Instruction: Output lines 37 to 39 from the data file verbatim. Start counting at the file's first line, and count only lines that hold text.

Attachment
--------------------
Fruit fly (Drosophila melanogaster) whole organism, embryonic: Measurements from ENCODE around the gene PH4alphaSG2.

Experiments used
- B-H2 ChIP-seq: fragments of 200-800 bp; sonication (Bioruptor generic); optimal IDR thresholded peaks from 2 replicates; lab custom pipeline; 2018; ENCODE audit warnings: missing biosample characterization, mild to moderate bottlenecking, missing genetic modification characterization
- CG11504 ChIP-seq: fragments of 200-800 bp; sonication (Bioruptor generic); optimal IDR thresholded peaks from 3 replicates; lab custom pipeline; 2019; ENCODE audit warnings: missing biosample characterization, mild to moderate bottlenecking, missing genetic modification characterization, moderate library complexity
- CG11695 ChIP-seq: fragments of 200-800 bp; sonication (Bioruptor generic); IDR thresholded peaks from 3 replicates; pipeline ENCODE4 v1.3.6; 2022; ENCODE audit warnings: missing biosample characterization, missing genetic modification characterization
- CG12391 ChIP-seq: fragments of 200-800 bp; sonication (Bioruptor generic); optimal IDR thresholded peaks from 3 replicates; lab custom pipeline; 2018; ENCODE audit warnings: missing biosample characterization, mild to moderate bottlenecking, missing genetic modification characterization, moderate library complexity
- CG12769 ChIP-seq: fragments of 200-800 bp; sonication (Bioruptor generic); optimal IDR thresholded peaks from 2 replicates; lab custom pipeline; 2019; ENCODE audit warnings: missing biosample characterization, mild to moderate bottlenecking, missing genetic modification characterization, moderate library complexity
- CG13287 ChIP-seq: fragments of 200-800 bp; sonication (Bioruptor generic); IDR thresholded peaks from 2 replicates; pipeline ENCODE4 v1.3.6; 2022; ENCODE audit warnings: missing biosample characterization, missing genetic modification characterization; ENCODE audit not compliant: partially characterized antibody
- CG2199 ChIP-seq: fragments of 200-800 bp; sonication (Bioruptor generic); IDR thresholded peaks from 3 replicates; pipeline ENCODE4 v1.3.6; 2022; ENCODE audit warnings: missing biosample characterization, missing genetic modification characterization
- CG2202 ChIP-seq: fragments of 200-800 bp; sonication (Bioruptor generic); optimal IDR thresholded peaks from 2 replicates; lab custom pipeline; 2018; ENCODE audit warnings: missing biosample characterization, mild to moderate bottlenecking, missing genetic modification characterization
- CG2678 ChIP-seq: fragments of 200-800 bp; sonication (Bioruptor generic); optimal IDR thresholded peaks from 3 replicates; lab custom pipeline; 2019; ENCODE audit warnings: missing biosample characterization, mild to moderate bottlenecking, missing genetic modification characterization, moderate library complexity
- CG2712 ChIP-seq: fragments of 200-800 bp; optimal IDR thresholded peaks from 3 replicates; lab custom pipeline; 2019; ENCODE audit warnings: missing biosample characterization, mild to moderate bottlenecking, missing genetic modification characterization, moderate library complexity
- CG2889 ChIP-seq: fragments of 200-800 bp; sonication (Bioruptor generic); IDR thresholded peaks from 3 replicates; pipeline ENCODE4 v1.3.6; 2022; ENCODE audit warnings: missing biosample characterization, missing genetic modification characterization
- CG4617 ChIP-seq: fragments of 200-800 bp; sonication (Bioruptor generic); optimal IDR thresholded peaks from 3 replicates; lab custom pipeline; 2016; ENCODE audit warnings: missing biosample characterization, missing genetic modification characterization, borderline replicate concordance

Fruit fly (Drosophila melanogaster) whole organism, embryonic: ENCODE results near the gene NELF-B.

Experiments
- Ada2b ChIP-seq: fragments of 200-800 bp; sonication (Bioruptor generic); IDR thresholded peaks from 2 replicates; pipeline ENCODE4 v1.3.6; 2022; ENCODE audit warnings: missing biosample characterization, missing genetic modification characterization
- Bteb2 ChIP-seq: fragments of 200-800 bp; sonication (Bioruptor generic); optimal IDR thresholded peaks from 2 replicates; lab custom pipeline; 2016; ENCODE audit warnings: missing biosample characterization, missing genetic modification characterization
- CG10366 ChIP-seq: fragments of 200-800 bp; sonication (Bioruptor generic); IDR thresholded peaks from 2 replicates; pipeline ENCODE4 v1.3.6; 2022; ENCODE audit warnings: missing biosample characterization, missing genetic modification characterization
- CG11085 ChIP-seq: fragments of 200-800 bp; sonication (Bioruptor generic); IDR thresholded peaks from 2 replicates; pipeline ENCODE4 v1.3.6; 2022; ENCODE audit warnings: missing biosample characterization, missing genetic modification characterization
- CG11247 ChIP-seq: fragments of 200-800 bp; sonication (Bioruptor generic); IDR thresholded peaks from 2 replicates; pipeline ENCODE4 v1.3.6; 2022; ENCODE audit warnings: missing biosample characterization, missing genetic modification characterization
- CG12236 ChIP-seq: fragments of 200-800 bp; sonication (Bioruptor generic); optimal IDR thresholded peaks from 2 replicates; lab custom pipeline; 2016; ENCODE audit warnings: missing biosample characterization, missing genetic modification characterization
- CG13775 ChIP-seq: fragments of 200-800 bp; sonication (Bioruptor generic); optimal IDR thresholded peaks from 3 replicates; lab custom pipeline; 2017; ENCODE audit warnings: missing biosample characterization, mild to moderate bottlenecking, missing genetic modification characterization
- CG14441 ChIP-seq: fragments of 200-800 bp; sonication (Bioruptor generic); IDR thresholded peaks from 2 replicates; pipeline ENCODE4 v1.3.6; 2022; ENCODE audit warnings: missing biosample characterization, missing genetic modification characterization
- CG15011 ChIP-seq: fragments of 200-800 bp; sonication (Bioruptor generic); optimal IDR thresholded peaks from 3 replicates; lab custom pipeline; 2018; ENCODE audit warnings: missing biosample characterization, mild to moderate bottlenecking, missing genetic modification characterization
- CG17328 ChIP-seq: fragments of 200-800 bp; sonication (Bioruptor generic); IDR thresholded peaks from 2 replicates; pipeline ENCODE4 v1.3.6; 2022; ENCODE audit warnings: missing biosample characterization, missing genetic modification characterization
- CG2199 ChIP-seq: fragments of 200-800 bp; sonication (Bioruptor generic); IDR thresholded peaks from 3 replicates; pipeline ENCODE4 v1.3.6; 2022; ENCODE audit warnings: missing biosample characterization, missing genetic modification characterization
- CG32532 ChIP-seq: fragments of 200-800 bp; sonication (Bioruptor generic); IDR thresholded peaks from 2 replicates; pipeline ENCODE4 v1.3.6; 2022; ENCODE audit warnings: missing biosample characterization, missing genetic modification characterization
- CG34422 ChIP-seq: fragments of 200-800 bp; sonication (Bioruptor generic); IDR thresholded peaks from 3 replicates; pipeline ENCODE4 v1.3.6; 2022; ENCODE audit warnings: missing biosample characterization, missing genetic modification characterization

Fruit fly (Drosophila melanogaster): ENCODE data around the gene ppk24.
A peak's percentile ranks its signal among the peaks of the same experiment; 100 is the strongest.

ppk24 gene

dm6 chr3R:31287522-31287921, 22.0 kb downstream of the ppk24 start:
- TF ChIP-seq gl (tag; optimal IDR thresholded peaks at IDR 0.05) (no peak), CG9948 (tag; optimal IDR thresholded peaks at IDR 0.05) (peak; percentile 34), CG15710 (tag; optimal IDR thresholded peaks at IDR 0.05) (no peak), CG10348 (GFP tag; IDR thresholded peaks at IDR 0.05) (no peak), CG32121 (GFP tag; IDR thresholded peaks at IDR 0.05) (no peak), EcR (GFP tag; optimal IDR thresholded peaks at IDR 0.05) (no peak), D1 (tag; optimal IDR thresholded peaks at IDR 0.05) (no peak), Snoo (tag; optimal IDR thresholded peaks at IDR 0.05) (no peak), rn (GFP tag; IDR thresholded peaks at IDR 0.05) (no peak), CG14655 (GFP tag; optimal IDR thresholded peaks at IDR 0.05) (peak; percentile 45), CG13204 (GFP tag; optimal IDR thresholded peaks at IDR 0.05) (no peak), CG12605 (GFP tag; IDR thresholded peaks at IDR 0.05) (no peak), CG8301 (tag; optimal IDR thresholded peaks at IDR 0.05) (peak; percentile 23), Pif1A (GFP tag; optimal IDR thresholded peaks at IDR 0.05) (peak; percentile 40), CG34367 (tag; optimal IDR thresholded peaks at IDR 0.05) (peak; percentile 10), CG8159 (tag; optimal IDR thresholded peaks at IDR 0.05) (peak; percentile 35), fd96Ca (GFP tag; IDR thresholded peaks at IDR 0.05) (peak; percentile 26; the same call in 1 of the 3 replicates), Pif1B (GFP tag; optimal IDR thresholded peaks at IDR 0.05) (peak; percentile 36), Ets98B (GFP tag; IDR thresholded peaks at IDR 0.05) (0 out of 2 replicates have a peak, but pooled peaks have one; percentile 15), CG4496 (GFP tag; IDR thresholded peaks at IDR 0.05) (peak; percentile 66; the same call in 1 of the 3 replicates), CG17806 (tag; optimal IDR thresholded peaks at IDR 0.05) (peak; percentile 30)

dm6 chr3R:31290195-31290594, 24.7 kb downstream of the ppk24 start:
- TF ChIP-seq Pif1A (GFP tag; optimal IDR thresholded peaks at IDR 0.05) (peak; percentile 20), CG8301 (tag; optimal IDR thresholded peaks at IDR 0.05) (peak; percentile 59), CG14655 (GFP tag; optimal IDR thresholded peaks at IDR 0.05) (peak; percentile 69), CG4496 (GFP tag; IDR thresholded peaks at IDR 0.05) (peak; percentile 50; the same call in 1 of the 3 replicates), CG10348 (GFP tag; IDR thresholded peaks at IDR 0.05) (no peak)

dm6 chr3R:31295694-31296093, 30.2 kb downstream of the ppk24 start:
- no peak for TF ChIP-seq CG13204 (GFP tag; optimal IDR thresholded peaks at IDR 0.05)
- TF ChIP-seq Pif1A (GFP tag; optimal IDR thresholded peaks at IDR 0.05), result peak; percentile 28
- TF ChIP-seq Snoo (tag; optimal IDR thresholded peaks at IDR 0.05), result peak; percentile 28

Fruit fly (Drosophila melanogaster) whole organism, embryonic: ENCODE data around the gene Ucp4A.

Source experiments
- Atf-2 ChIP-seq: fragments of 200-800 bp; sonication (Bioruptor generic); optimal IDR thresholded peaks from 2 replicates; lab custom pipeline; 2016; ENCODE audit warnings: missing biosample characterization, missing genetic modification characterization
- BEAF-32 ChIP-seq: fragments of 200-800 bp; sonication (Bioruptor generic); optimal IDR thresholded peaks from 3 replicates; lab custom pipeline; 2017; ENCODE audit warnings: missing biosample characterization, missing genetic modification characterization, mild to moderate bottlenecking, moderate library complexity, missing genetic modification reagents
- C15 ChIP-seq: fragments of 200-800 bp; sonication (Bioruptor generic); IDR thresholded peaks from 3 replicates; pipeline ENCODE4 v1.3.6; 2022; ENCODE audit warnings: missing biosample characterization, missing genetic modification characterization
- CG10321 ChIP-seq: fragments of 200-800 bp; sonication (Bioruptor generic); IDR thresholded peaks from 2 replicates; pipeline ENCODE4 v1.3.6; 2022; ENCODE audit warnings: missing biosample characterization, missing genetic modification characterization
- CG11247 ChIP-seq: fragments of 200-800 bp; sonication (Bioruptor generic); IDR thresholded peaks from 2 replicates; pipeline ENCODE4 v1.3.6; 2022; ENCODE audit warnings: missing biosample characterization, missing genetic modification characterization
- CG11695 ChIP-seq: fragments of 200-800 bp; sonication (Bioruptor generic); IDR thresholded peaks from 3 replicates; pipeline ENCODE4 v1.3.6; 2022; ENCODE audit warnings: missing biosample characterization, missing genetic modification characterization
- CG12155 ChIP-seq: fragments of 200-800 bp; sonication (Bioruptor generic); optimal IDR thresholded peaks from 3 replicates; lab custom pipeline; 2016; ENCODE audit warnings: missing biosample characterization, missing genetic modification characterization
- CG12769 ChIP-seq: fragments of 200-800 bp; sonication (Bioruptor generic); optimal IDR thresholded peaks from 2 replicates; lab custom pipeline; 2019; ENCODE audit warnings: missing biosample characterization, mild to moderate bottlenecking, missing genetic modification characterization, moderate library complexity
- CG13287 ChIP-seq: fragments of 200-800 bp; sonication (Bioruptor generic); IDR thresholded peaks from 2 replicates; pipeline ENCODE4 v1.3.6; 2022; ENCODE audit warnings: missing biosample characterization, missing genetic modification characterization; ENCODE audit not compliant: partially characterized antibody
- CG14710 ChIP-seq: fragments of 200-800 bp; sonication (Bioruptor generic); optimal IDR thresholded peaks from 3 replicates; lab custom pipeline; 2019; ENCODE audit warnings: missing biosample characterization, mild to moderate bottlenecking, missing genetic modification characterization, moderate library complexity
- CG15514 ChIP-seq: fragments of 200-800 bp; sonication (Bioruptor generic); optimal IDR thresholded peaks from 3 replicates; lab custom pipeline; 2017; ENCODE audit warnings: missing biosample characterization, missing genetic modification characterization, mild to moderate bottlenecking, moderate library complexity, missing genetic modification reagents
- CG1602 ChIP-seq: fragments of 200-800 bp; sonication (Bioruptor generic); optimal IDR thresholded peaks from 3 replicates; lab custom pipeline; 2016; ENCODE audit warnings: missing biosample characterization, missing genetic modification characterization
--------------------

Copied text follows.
dm6 chr3R:31295694-31296093, 30.2 kb downstream of the ppk24 start:
- no peak for TF ChIP-seq CG13204 (GFP tag; optimal IDR thresholded peaks at IDR 0.05)
- TF ChIP-seq Pif1A (GFP tag; optimal IDR thresholded peaks at IDR 0.05), result peak; percentile 28